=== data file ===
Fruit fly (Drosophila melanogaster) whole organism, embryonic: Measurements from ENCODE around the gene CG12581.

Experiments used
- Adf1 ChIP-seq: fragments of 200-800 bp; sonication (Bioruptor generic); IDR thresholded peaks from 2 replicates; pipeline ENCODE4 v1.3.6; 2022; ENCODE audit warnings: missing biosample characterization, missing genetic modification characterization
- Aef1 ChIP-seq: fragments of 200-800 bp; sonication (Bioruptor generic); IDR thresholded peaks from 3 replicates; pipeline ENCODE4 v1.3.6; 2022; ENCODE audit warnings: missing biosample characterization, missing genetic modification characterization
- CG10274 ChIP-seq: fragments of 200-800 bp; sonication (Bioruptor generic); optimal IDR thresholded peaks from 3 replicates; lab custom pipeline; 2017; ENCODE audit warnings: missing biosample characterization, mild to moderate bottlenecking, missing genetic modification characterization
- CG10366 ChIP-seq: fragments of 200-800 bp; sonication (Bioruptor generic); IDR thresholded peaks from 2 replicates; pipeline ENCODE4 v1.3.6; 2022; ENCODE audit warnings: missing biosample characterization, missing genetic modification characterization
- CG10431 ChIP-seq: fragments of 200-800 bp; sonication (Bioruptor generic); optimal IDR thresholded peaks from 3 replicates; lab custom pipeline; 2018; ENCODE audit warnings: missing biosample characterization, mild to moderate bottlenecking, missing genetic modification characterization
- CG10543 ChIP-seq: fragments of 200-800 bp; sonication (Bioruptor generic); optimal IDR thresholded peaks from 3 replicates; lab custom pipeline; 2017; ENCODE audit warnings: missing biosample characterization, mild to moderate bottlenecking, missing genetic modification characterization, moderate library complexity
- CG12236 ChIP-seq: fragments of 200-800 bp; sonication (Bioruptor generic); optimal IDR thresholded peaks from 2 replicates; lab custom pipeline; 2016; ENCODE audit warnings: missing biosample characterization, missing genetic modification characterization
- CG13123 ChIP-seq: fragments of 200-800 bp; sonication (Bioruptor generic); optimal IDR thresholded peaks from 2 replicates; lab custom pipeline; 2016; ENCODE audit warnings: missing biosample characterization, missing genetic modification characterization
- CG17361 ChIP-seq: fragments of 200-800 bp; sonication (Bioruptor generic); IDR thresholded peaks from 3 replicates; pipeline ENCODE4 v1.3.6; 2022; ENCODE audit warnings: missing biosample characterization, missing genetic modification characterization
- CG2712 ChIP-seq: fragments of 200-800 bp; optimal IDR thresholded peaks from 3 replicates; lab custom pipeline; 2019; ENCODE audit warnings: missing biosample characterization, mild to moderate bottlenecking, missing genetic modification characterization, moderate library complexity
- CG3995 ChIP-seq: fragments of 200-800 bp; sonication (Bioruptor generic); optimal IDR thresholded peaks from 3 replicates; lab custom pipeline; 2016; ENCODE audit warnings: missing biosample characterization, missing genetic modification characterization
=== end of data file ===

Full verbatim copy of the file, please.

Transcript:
Fruit fly (Drosophila melanogaster) whole organism, embryonic: Measurements from ENCODE around the gene CG12581.

Experiments used
- Adf1 ChIP-seq: fragments of 200-800 bp; sonication (Bioruptor generic); IDR thresholded peaks from 2 replicates; pipeline ENCODE4 v1.3.6; 2022; ENCODE audit warnings: missing biosample characterization, missing genetic modification characterization
- Aef1 ChIP-seq: fragments of 200-800 bp; sonication (Bioruptor generic); IDR thresholded peaks from 3 replicates; pipeline ENCODE4 v1.3.6; 2022; ENCODE audit warnings: missing biosample characterization, missing genetic modification characterization
- CG10274 ChIP-seq: fragments of 200-800 bp; sonication (Bioruptor generic); optimal IDR thresholded peaks from 3 replicates; lab custom pipeline; 2017; ENCODE audit warnings: missing biosample characterization, mild to moderate bottlenecking, missing genetic modification characterization
- CG10366 ChIP-seq: fragments of 200-800 bp; sonication (Bioruptor generic); IDR thresholded peaks from 2 replicates; pipeline ENCODE4 v1.3.6; 2022; ENCODE audit warnings: missing biosample characterization, missing genetic modification characterization
- CG10431 ChIP-seq: fragments of 200-800 bp; sonication (Bioruptor generic); optimal IDR thresholded peaks from 3 replicates; lab custom pipeline; 2018; ENCODE audit warnings: missing biosample characterization, mild to moderate bottlenecking, missing genetic modification characterization
- CG10543 ChIP-seq: fragments of 200-800 bp; sonication (Bioruptor generic); optimal IDR thresholded peaks from 3 replicates; lab custom pipeline; 2017; ENCODE audit warnings: missing biosample characterization, mild to moderate bottlenecking, missing genetic modification characterization, moderate library complexity
- CG12236 ChIP-seq: fragments of 200-800 bp; sonication (Bioruptor generic); optimal IDR thresholded peaks from 2 replicates; lab custom pipeline; 2016; ENCODE audit warnings: missing biosample characterization, missing genetic modification characterization
- CG13123 ChIP-seq: fragments of 200-800 bp; sonication (Bioruptor generic); optimal IDR thresholded peaks from 2 replicates; lab custom pipeline; 2016; ENCODE audit warnings: missing biosample characterization, missing genetic modification characterization
- CG17361 ChIP-seq: fragments of 200-800 bp; sonication (Bioruptor generic); IDR thresholded peaks from 3 replicates; pipeline ENCODE4 v1.3.6; 2022; ENCODE audit warnings: missing biosample characterization, missing genetic modification characterization
- CG2712 ChIP-seq: fragments of 200-800 bp; optimal IDR thresholded peaks from 3 replicates; lab custom pipeline; 2019; ENCODE audit warnings: missing biosample characterization, mild to moderate bottlenecking, missing genetic modification characterization, moderate library complexity
- CG3995 ChIP-seq: fragments of 200-800 bp; sonication (Bioruptor generic); optimal IDR thresholded peaks from 3 replicates; lab custom pipeline; 2016; ENCODE audit warnings: missing biosample characterization, missing genetic modification characterization